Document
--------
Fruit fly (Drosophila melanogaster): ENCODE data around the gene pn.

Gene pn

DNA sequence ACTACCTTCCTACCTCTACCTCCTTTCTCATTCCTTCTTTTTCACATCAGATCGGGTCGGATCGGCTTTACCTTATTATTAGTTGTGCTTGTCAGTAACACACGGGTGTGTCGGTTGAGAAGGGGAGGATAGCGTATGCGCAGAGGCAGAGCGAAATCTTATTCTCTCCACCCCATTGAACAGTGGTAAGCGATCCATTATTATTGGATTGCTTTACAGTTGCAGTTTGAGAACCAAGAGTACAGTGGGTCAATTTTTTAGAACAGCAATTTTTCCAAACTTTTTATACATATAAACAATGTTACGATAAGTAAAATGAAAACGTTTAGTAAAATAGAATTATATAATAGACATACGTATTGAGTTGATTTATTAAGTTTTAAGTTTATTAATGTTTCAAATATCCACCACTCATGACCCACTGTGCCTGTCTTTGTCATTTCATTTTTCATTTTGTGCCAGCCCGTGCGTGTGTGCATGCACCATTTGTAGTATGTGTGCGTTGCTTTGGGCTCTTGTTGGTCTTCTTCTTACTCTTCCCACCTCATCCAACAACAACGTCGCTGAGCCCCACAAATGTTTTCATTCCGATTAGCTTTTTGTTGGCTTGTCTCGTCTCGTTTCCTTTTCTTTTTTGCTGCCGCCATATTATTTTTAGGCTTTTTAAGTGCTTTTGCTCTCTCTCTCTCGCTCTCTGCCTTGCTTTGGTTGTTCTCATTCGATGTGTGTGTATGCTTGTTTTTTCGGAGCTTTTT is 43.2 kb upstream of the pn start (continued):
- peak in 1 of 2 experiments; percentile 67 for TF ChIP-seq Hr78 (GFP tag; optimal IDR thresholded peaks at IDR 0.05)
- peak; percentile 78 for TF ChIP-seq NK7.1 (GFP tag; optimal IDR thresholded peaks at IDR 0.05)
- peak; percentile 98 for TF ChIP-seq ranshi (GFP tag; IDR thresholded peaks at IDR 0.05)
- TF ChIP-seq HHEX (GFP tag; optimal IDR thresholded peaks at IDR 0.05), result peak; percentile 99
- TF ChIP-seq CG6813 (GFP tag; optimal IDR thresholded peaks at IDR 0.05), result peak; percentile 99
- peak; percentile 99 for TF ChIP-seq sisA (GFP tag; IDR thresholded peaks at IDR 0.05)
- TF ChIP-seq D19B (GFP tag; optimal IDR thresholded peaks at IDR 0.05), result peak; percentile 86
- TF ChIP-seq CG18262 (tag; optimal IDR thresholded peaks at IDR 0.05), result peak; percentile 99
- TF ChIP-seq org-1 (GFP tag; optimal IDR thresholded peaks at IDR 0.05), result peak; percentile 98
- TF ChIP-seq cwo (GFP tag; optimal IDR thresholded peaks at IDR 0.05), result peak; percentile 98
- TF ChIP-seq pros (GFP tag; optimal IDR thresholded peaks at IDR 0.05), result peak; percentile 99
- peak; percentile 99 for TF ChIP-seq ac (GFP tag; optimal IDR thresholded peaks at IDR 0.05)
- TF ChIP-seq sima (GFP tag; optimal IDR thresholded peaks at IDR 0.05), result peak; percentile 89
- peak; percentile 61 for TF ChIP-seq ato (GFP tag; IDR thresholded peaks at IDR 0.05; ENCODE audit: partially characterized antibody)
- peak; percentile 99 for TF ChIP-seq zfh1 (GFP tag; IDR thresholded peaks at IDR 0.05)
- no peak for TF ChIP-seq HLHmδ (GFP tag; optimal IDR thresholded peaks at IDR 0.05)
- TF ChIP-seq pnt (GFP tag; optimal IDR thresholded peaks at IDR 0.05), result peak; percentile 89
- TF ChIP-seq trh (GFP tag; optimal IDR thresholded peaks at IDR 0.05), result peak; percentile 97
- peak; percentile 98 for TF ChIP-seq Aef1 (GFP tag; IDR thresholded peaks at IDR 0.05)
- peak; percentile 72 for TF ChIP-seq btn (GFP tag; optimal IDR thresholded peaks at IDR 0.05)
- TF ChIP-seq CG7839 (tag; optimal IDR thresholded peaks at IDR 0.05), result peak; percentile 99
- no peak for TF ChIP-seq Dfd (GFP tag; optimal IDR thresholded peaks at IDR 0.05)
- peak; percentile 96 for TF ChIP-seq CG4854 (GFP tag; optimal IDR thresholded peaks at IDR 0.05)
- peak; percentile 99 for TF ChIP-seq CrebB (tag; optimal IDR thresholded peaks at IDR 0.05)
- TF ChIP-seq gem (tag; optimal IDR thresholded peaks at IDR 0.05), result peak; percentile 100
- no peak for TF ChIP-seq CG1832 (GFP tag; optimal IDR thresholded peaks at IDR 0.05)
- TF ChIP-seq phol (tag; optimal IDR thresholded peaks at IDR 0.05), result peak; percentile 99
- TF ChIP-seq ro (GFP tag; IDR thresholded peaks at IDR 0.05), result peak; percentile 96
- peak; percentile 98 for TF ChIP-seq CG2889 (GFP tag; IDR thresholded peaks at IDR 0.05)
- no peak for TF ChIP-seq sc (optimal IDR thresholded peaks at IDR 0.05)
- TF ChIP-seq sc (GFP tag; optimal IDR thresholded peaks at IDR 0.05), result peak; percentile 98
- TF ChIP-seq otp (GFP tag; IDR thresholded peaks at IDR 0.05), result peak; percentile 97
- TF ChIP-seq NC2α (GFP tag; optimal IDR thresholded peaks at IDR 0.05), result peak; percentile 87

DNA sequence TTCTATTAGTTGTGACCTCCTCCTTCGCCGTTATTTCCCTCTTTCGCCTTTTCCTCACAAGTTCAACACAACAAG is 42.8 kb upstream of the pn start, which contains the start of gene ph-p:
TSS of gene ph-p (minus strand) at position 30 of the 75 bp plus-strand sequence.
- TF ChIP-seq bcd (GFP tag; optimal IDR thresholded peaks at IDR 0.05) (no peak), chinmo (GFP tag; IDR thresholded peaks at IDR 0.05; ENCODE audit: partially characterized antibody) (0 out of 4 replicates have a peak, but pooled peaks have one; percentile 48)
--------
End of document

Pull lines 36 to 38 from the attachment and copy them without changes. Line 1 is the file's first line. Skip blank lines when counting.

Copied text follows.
- TF ChIP-seq NC2α (GFP tag; optimal IDR thresholded peaks at IDR 0.05), result peak; percentile 87

DNA sequence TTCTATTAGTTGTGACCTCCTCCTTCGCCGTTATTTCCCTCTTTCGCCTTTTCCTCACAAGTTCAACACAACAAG is 42.8 kb upstream of the pn start, which contains the start of gene ph-p:
TSS of gene ph-p (minus strand) at position 30 of the 75 bp plus-strand sequence.